"A large woman came in complaining about her stomach hurting. Turns out she had a miscarriage and didn't know. It was there for a few months and she had no idea."
"After I got my appendix out I went back a week later thinking I was constipated. Nope, I had a giant abscess that had started to wall itself off. They went in to drain it and I woke up in ICU five days later recovering from sepsis, septic shock and kidney failure."
"My dad went into the hospital in some pain, back when he used to power lift. A nurse comes into the room, looks down at her chart, looks back up and says, 'Mr. Pickle you are having a heart attack.' He got up on the bed and flexed saying, 'Does this look like a man that's having a heart attack to you?'
She looked back down at her chart, up again, and says 'Yes.'"
"Had a guy come in complaining of a cough and difficulty swallowing; he thought he had tonsillitis and just wanted some antibiotics. I noticed his voice was incredibly hoarse but there were no swollen tonsils so sent him for a chest x-ray. Huge, baseball size tumors all throughout his lungs. One of them was pressing on the recurrent laryngeal nerve causing his speaking and swallowing problems. He died within a week."
"Patient presented with a small (less than 1 inch) scratch on his right thigh and SEVERE pain and immobility. On palpation, there was crepitus (a cracking sound). We called in a surgeon in the hopes that we could excise the closed wound, but as soon as the surgeon cut the skin the leg deflated; yes, DEFLATED. The escaped air was horribly putrid in odor.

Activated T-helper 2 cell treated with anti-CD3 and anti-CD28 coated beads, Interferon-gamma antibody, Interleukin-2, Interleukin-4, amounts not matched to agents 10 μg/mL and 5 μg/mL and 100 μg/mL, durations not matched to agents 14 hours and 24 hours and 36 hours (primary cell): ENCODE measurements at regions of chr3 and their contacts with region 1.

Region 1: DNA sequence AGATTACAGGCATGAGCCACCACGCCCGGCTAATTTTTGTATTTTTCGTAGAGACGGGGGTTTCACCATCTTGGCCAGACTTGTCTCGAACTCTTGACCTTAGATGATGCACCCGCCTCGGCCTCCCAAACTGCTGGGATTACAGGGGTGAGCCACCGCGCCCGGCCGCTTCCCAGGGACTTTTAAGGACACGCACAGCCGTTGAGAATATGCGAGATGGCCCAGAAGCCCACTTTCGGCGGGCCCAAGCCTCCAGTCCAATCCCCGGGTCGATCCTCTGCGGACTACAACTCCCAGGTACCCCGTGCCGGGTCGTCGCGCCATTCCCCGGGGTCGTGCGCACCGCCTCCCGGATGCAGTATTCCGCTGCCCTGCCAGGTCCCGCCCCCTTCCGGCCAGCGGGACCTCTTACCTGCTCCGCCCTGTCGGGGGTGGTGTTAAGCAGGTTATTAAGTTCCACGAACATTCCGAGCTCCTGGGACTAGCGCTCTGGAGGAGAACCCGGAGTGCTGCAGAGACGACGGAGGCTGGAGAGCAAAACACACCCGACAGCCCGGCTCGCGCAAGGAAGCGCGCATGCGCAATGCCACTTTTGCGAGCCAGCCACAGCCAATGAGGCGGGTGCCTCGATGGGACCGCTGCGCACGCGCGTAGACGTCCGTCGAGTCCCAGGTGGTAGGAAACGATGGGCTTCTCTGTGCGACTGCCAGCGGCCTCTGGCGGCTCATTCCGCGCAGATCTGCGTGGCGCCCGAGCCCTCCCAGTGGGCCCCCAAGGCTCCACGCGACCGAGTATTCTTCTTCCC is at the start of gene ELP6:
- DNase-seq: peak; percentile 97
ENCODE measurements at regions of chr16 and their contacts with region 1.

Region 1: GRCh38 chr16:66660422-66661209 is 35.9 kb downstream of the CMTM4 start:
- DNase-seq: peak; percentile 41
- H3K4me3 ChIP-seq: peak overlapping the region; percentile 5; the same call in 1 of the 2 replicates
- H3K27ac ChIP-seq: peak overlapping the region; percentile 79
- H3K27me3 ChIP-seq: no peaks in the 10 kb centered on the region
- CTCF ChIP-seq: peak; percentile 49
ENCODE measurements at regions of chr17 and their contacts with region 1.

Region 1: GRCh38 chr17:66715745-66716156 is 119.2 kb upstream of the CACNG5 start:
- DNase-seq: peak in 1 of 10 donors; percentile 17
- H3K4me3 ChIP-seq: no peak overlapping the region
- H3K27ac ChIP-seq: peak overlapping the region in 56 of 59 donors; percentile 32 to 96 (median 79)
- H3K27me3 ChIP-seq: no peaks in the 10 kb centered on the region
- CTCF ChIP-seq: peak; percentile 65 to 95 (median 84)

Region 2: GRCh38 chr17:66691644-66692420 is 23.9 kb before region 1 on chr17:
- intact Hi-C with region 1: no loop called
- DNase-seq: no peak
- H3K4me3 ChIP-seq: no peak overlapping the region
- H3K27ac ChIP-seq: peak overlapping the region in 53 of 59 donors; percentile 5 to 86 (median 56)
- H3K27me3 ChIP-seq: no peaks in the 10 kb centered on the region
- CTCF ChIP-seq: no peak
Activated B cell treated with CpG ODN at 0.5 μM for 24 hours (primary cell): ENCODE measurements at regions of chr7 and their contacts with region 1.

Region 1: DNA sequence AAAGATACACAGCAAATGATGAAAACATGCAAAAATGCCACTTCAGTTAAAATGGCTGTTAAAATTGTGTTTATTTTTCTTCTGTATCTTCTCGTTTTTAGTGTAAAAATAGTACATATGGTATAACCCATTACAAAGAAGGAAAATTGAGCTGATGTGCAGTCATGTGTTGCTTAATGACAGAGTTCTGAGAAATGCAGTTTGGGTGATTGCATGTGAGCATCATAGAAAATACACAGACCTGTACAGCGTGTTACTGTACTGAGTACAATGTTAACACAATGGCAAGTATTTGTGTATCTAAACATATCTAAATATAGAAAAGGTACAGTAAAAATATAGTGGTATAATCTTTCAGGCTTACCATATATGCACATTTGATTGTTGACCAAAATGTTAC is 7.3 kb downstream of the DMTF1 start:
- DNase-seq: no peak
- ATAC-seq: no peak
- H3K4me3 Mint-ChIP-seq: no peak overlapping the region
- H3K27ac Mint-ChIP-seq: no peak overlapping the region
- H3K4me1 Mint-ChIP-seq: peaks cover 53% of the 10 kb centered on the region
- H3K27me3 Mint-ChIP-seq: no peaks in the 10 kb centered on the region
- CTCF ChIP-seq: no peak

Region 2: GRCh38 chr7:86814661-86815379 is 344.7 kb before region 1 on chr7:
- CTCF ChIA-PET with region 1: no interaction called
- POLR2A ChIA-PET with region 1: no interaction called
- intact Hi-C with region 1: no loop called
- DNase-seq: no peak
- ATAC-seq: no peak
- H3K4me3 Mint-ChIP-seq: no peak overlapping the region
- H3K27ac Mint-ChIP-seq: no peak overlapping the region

We ordered an x-ray and discovered the leg was simply skin and bones without any signs of muscle. I regretfully informed the patient that we had a strong suspicion of a flesh-eating bacteria and that the infection was spreading fast. He called his family and loved ones, got a lawyer and said his good byes. 12 hours after admission he was declared dead."
"My best friend's sister went to the hospital for what she thought was a lingering flu. She walked out with a diagnosis of bowel, stomach and liver cancer and died 9 months later."
"I was in a fender bender car accident (I was at fault) and my lower back would not stop aching. I went into the ER figuring I had sprained the muscles in my back and that I would be prescribed muscle relaxers and maybe some pain pills. 6 hours, several X-rays, a cat scan and 4 doctors later, I found out my spine was broken and, get this, healed.